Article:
Online Holiday Shopping Rockets up 15 Percent over 2010

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While the economy is still far from being fully recovered from the 2008 collapse, there appear to be more and more signs that it is on the way up. While Black Friday in particular has been somewhat disappointing over the last few years, companies took it upon themselves to increase demand in 2011. For its part, Wal-Mart was one of several companies that offered Black Friday deals that were hard to ignore. Even shoppers who said they had no interest in hitting stores on the biggest shopping day of the year ended up spending on these deals. 

The massive turnout was beneficial to several other companies including Amazon, which saw its best Black Friday ever thanks in large part to the launch of the Kindle Fire. Now research firm comScore is saying that online spending is up a whopping 15 percent from a year ago. The firm says that overall, shoppers spent $30.9 billion online from November 1st to December 16th. Over that same period online shoppers spent $26.9 billion in 2010.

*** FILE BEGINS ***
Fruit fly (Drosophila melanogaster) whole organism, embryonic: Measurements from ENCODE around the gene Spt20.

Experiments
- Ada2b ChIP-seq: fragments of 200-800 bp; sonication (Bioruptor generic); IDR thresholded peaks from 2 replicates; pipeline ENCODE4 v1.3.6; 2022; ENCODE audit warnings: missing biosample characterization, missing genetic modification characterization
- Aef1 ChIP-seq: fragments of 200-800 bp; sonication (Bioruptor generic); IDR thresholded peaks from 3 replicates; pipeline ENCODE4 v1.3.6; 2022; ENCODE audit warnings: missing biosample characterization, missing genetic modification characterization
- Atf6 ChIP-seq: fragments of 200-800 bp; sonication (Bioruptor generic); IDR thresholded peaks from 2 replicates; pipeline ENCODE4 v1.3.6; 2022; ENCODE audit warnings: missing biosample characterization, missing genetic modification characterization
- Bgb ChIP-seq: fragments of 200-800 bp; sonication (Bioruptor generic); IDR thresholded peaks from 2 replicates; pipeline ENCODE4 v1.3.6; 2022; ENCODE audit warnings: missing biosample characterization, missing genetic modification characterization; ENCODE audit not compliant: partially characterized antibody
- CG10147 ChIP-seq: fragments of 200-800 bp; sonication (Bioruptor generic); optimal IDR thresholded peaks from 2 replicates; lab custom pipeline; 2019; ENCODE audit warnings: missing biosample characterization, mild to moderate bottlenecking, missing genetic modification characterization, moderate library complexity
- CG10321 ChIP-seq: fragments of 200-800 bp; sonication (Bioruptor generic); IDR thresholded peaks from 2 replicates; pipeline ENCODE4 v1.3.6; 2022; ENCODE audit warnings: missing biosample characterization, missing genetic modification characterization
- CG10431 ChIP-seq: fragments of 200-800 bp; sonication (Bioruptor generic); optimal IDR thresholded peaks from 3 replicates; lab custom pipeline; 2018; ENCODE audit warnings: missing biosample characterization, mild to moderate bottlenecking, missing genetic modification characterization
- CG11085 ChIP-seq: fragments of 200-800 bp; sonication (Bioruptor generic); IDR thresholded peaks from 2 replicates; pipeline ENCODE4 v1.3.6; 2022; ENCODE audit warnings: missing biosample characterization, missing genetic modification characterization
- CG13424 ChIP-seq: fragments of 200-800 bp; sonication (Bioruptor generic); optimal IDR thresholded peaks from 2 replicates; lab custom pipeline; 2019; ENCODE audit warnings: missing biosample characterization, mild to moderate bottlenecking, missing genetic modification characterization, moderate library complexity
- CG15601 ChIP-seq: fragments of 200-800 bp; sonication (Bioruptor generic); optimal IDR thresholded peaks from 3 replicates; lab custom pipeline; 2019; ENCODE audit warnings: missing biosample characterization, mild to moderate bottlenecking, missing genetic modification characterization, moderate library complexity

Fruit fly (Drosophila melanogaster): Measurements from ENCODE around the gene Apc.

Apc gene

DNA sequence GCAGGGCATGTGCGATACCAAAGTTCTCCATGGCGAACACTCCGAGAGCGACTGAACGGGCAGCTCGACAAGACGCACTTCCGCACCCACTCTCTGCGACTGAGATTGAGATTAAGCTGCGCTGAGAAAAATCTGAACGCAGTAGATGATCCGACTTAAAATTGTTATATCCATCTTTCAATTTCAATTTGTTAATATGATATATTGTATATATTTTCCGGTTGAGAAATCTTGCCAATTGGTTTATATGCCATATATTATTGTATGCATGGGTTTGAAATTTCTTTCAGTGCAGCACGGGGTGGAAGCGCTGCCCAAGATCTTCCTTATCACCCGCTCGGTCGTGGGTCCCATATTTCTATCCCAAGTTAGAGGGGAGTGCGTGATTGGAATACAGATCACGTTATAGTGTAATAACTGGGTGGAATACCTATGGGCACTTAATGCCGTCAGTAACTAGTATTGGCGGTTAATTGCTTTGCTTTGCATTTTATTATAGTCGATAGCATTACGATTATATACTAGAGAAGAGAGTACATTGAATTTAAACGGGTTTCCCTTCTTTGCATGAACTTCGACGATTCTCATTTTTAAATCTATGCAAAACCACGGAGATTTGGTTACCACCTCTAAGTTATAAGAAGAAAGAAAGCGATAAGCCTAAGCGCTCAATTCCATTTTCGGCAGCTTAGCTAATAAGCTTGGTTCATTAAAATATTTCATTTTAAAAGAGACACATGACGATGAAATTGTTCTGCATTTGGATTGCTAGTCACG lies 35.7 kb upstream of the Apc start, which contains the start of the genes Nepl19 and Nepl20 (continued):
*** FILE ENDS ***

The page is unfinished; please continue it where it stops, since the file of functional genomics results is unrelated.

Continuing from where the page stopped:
Black Friday has long been billed as the biggest shopping day of the year, because it is the day after Thanksgiving and the unofficial start of the Holiday shopping season. According to comScore, the most recent Black Friday, and every other Black Friday has recently been eclipsed by the relatively newly founded Cyber Monday. According to the research firm that monitors all sorts of online activity, this last Cyber Monday (the first Monday after Thanksgiving) was the biggest online shopping day ever.

All of these numbers are seen as a positive for a retail market that had struggled mightily since the economy crashed. Holiday shopping can total up to 40 percent of a retailer's total sales numbers. Lackluster Holiday seasons can mean a lackluster year in total. comScore says that while the numbers have been impressive so far, retailers should expect a bit of a slowdown the closer we get to Christmas as people have made their purchases. Finally, comScore says that these numbers show just how much comfort the average American now has using their computers or mobile devices to do their shopping for them.




Edited by Rich Steeves

Contributing Writer

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